Long gone and a long time coming, the Barry Bonds-propelled baseball soared into the California sky and right through history; a history no one will ever be able to fully explain to future generations of skeptical fans.
Bonds has hit 756 home runs, the most ever, but it isn't just the number that comes with a performance-enhancing-inspired asterisk. It's Bonds himself, it's baseball as a whole, it's an era of sports where rule-breaking is rampant and honest heroes such as Henry Aaron are in the shortest of supplies.
Around the country, Bonds' home run will be met with cheers and curses but mostly with shrugged shoulders and pointed fingers. There are a multitude of guilty targets.
If this was supposedly the making of history, then realize history isn't going to make much of this. Ten, 30, 50 years from now, it will be looked upon with bewilderment – did people really celebrate a phony number that punctuated a fraudulent era of the game? No one will give much credence to what happened in Major League Baseball from, say, 1996 to the advent of mandatory steroids testing.
Technically, Bonds swung, connected and sent a ball out of the park 756 different times in his 22-season career. But it takes Easter Bunny-level gullibility to believe he did it naturally.
His numbers are nonsensical – most notably the absurd 73 homers in 2001, a total 19.7 percent greater than Roger Maris' mark of 61, which hasn't been touched without massive suspicion in 46 years and counting.
Forty-six year old records don't just fall by 19.7 percent. Or even by the 14.7 percent Mark McGwire exceeded Maris' record in 1998. If someone were to shave 19.7 percent off the current world record in the mile run (3:43.13), he'd finish at 2:59.2. Yes, a three-minute mile. You think you'd believe something so statistically improbable? How about 100-meter dash in 7.8 seconds? You think your grandkids would buy that one, or mock it as some old fish story?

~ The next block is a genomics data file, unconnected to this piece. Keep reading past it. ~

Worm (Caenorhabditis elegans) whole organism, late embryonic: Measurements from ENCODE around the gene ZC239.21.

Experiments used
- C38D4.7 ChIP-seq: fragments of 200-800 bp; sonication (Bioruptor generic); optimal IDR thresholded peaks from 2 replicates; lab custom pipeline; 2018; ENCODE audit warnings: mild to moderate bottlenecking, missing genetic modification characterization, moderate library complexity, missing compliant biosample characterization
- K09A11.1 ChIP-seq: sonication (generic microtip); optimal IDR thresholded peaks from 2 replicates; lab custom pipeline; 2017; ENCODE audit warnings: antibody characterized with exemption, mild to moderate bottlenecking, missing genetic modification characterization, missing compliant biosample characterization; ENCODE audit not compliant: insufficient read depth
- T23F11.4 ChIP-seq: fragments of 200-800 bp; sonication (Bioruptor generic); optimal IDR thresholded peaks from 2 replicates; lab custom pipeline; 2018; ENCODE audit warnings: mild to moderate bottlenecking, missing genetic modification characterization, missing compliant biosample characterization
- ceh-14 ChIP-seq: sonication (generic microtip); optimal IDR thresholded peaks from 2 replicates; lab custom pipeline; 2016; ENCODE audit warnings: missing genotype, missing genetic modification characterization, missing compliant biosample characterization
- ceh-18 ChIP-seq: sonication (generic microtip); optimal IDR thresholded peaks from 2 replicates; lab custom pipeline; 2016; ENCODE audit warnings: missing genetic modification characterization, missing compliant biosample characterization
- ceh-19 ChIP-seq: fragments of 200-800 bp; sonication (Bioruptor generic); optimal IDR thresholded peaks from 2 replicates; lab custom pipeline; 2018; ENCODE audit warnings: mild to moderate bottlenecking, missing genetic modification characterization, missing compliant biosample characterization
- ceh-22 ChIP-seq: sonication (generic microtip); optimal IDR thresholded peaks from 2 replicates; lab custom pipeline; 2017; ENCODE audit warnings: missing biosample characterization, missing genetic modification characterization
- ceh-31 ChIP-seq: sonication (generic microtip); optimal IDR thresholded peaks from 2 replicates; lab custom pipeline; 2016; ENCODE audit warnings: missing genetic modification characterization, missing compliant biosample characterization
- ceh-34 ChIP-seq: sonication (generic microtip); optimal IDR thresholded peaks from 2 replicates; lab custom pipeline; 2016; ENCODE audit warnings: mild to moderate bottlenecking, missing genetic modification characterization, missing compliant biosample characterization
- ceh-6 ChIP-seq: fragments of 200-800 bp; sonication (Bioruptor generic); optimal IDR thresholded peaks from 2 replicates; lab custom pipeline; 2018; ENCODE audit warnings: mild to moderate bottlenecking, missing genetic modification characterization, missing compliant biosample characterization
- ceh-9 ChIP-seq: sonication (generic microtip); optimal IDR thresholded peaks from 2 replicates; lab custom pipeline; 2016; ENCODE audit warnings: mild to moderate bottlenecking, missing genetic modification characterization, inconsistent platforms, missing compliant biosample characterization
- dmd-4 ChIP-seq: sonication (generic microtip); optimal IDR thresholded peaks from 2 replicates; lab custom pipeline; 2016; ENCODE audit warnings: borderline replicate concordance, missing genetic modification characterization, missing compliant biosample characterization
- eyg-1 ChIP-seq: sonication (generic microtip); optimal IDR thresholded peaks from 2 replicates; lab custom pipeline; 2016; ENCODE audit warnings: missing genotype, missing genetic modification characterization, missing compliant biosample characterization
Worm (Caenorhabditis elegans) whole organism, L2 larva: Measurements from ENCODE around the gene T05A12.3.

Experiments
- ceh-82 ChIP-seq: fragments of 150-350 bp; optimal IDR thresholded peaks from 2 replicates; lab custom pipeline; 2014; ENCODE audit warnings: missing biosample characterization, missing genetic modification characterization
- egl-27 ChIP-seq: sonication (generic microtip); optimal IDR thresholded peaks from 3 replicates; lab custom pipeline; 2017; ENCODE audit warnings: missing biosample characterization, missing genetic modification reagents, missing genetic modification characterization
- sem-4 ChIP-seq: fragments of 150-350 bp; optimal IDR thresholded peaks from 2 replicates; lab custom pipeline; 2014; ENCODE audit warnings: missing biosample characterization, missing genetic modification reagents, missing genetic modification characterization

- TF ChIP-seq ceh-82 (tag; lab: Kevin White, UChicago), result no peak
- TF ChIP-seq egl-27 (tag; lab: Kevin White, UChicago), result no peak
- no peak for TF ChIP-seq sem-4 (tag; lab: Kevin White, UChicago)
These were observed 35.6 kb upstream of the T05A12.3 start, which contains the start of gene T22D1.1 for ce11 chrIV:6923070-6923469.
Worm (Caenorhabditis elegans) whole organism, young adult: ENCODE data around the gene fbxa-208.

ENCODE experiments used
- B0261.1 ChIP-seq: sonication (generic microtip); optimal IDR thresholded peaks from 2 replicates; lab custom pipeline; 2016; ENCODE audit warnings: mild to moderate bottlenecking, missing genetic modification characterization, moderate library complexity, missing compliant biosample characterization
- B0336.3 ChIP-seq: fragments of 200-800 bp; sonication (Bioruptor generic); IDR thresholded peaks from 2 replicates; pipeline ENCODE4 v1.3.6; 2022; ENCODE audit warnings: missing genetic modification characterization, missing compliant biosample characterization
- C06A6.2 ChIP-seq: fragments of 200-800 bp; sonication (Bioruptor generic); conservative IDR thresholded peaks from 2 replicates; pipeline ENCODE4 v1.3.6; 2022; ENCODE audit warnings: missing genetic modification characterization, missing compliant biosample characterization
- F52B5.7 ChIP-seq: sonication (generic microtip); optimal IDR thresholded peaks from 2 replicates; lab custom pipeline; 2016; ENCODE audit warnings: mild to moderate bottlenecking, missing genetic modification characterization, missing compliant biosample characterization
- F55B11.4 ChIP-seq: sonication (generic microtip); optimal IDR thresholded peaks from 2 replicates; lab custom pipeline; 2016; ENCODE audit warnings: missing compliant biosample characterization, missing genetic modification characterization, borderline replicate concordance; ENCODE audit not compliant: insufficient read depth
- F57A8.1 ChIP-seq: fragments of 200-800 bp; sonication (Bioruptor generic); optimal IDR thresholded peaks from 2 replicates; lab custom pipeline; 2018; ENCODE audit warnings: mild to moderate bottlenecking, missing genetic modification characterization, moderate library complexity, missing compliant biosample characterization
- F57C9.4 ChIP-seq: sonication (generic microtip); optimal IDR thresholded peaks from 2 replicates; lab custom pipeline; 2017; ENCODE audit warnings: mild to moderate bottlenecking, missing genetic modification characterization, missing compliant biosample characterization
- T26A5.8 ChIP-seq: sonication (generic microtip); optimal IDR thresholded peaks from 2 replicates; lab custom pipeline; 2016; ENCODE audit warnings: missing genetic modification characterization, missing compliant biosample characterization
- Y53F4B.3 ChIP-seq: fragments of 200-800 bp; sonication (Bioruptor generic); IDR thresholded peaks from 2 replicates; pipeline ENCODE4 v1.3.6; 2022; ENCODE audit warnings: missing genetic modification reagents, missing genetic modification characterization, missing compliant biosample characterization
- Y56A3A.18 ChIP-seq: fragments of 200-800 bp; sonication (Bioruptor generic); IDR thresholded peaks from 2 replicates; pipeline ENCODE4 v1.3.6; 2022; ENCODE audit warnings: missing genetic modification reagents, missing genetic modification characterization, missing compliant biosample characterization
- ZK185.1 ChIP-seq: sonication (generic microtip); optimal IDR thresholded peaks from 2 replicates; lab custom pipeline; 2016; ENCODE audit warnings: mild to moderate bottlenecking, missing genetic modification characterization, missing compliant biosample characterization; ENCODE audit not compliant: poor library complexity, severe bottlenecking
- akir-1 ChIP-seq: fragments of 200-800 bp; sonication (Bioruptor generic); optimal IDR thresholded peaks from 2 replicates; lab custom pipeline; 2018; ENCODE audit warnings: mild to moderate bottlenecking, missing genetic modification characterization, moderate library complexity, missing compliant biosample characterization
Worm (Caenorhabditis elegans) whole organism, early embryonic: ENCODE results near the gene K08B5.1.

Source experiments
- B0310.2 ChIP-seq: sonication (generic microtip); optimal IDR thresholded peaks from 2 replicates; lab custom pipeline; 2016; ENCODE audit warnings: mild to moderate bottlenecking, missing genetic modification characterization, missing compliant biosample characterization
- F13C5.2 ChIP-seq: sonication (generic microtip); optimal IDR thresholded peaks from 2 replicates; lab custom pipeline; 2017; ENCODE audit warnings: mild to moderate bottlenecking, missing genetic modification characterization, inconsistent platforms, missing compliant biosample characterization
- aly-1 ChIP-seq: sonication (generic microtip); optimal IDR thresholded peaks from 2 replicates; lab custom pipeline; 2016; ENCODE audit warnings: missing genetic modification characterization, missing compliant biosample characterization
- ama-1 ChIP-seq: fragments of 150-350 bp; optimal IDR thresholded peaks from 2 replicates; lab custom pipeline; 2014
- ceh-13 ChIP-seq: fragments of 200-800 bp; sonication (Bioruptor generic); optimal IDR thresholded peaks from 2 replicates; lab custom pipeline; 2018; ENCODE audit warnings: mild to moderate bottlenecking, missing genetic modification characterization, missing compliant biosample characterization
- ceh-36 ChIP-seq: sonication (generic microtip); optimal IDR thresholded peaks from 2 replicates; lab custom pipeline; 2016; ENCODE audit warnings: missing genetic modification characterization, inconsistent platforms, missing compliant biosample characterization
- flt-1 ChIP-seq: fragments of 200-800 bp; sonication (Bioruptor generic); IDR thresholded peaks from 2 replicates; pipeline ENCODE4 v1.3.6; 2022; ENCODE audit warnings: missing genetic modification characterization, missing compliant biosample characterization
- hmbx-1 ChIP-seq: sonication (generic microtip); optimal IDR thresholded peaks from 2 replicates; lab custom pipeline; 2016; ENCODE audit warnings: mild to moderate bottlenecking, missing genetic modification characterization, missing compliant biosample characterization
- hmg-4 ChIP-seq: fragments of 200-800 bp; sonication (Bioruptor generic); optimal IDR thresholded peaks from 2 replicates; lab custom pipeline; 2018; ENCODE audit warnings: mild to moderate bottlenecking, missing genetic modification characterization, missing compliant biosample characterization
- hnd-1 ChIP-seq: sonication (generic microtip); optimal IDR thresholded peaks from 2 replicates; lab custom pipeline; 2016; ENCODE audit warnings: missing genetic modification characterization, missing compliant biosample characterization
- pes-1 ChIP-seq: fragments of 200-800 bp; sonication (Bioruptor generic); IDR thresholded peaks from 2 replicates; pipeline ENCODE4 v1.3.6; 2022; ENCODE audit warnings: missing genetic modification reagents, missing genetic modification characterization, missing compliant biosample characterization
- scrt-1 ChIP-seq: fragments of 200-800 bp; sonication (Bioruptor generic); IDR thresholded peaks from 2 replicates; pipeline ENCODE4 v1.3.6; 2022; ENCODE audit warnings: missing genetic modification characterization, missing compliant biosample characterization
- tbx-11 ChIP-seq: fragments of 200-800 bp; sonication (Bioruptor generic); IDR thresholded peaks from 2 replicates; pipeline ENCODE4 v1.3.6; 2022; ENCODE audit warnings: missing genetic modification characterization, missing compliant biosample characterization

Guess what, they aren't going to believe 73, either. And without those, Bonds didn't pass Aaron.
Bonds' ties to disgraced BALCO labs, the fact that his personal trainer is behind bars for refusal to turn over evidence on him, and the possible federal indictment on perjury charges this fall means that 756 deceives only the most dim or devout.
The saddest part is that Bonds never needed it, that in surpassing the most hallowed record in baseball he tarnished his reputation to the point his apologists have to remind people that he was Hall-of-Fame-worthy long before baseball's "Steroid Era" began.
Bonds should be hitting his, say, 650th clean homer about now, continuing to build the case that he is the greatest ballplayer of all time. That is how great he was, and is. He never needed the juice. His legacy would have been so much greater, meant so much more without it.
But that wasn't enough. In the exhaustive Bonds biography "Love Me, Hate Me," it is surmised that he was jealous over the attention lapped on McGwire, a lesser talent who looked comically juiced as he clubbed the 70 questionable home runs in 1998.